This chapter will discuss:
• how the value of Information Literacy in the workplace might be increased by employing and training individuals who have appropriate and relevant know-how, competency and awareness in the handling of information, in whatever form that takes.
• how that value might also be increased by deploying processes and creating environments that help to foster effective uses of data and information.
This chapter discusses the value of Information Literacy (IL) in the workplace. It draws from the conclusions of a study that considered, in the setting of a small range of enterprises, the value that is added by employing and training individuals who have appropriate and relevant know-how, competency and awareness in the handling of information, in whatever form that takes; and in deploying processes and creating environments that help to foster effective uses of data and information. The value might be financial, but it might also relate to other factors that are important to enterprises, such as enhanced efficiency, competitive advantage or employee job satisfaction. These questions bear a close relation to the long-standing debate about the impact of IL instruction in school and higher education settings (Todd, 1995; Streatfield and Markless, 2008); we can similarly ask whether and how information know-how contributes to the well-being of enterprises.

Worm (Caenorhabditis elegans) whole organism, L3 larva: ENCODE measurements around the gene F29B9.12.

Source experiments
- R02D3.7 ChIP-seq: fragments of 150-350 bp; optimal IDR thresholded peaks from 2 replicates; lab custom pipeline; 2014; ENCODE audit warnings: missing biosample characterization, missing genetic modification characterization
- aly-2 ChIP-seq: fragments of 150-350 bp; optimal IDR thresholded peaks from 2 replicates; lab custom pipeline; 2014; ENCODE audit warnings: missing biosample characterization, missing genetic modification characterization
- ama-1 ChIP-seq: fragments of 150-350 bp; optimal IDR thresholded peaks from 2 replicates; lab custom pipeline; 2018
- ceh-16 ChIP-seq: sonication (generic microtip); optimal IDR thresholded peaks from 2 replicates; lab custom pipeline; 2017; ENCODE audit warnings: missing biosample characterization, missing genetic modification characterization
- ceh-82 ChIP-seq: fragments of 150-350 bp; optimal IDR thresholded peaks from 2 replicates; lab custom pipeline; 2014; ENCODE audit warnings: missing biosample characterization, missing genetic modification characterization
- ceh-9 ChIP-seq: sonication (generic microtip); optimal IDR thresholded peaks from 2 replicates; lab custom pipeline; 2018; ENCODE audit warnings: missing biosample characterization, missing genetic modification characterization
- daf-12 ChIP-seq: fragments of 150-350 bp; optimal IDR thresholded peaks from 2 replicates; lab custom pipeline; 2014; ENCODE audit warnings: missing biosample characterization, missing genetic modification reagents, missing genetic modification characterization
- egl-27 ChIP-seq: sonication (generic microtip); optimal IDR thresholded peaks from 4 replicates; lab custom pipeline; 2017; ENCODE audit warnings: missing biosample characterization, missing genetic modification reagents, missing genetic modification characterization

The chapter introduces a practical approach to addressing these questions, and should therefore be relevant to enterprises across all sectors (commercial, public and not-for-profit), and particularly to those within enterprises with responsibility for human resources, training and skills, information/data management and financial management. It is also relevant for information professionals (particularly those in the workplace), information scientists and all those with an interest in the contribution of information, data and knowledge to the workings of enterprises.
Recent literature reviews by Williams, Cooper and Wavell (2014) and Inskip (2014) have discussed the importance of IL in the workplace. The reviews counter the bias in the IL literature towards perceiving it narrowly as information-searching competencies of the kind that are deployed in higher education settings (Whitworth, 2014, 74–81). IL can be generally defined as the capacity to make critical judgements about information, and this capacity can be learned. Workplace learning, however, is less structured and more collaborative than most formalized educational settings.